While those with experience may find the boolean concept intuitive, it is often a challenge for people that are beginning to learn how to use a search engine. The concept can seem very abstract and things get even more complicated if you try to use mathematics to explain it. One of the best ways of teaching and learning boolean search is with Boolify. Just drag a green square and drop it into the main window. After that, type a search term in the box that was placed and press the keyboard enter key. Results will instantly appear below. The search results are in SafeSearch STRICT mode, which means any inappropriate adult content will be automatically filtered in the results returned by Google. In addition, our own keyword filter overlay will block certain words for added safety.
The fun part comes next - adding refinement blocks, like AND, OR, NOT to narrow things down. Observing what happens when you add or remove different operators helps one learn in an interactive exciting manner. For example, you might start out searching for "apple," but maybe you only want to learn about fruits and not the famous computer company. Adding the NOT operator (drag/drop) with 'apple.com' as the keyword will start to make the results more focused on fruits.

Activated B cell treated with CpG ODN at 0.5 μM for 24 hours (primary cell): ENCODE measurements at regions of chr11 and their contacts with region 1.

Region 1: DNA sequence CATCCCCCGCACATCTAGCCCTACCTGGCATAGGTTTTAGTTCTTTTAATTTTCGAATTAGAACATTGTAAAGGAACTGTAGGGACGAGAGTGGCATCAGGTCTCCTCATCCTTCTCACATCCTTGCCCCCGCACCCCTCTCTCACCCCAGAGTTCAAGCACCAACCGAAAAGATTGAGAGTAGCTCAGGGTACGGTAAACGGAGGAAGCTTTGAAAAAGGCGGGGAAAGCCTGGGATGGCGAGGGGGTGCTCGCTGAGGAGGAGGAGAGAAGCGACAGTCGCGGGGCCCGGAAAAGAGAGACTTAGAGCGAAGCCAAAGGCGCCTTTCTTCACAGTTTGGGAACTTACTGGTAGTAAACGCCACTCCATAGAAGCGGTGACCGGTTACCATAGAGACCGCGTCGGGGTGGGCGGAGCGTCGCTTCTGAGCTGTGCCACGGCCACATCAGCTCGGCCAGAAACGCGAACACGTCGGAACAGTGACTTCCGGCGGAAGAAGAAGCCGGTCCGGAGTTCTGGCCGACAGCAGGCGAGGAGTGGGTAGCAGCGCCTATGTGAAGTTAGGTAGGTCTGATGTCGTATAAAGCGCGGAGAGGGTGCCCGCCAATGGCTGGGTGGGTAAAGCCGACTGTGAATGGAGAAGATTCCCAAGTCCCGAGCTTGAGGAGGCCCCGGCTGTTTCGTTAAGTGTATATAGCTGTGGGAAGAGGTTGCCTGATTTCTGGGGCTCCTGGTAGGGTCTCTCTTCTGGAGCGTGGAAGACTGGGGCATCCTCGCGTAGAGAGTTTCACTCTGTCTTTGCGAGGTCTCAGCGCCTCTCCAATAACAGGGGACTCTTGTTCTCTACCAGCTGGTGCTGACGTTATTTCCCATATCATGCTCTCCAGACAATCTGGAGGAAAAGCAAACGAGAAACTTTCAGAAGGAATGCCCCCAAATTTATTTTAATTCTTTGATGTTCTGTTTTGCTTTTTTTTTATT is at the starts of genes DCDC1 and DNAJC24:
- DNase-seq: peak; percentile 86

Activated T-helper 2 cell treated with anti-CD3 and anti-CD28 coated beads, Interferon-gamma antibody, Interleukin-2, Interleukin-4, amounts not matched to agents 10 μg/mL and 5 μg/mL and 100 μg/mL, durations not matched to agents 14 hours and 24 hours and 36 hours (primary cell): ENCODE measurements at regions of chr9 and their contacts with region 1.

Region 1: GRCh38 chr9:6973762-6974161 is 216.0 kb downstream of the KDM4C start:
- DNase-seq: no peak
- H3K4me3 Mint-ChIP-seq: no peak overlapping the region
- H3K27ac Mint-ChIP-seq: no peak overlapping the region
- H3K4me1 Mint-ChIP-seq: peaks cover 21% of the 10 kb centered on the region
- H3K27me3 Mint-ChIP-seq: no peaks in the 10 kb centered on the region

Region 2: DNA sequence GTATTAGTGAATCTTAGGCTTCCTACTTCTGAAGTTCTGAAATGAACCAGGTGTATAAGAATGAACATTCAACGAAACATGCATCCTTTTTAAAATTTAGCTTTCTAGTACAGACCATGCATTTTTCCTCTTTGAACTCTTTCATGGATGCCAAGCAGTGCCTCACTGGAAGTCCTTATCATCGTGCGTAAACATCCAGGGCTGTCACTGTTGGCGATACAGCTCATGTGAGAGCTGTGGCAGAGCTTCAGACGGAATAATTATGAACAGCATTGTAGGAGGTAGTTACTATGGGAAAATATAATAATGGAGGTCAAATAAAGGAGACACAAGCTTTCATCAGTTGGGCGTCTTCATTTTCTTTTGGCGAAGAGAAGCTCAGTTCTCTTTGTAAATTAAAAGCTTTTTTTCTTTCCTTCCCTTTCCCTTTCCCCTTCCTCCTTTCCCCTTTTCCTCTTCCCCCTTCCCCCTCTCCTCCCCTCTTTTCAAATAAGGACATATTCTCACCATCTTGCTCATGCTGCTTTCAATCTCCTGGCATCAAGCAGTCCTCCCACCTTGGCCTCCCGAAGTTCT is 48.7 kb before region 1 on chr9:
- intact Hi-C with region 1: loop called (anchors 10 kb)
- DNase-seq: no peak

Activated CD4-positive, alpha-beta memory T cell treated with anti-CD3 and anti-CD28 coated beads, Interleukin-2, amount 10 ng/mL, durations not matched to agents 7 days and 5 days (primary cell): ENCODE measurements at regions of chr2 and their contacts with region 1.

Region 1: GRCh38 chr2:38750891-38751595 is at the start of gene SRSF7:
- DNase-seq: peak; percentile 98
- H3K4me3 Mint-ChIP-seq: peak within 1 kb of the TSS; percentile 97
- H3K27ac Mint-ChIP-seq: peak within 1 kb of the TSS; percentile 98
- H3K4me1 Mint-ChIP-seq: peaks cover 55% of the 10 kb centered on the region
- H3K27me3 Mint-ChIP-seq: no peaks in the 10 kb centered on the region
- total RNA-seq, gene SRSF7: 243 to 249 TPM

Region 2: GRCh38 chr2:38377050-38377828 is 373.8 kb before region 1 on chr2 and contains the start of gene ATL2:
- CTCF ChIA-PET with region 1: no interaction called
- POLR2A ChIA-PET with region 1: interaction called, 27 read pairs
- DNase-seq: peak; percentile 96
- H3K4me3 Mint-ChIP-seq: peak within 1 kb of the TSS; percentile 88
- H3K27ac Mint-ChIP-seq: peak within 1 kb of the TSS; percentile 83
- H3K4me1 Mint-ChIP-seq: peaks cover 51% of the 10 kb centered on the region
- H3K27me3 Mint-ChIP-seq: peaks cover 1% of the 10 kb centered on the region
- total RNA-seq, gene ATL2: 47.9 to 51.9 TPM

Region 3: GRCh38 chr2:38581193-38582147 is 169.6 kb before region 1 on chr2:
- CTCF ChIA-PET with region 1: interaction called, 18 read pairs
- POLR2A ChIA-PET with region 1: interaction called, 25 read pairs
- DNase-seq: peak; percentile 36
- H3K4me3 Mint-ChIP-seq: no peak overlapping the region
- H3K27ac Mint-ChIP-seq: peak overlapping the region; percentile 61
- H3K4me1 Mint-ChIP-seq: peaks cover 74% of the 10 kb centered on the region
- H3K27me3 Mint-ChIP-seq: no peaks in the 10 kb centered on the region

After each operator block is added or removed, the actual Google
command line shortcut search is also shown right above the search results. This is a great way to learn
these powerful commands when a real search is done that does not have a boolify interface, such as on the
SafeSearch homepage, Google, Yahoo, etc. With practice using Boolify,
you will quickly become a search expert, including the use of advanced
operators, such as site or title searches. Site searches limit the
results to a specific website domain (e.g., *.edu for all education sites, or yahoo.com just to search Yahoo). Title matches (intitle) require the results
to be in the page title, which often, but not always gives a closer match. url matches (inurl) only show results where some part of the page link has the term in it. These more advanced concepts are best learned
by trying them out using the Boolify tool. Lastly, doing a Filetype search will only return matches of that type of content, such as (doc, xls, pdf, jpg, gif,...) Please contact us if you have any questions or comments.
Now go Boolify!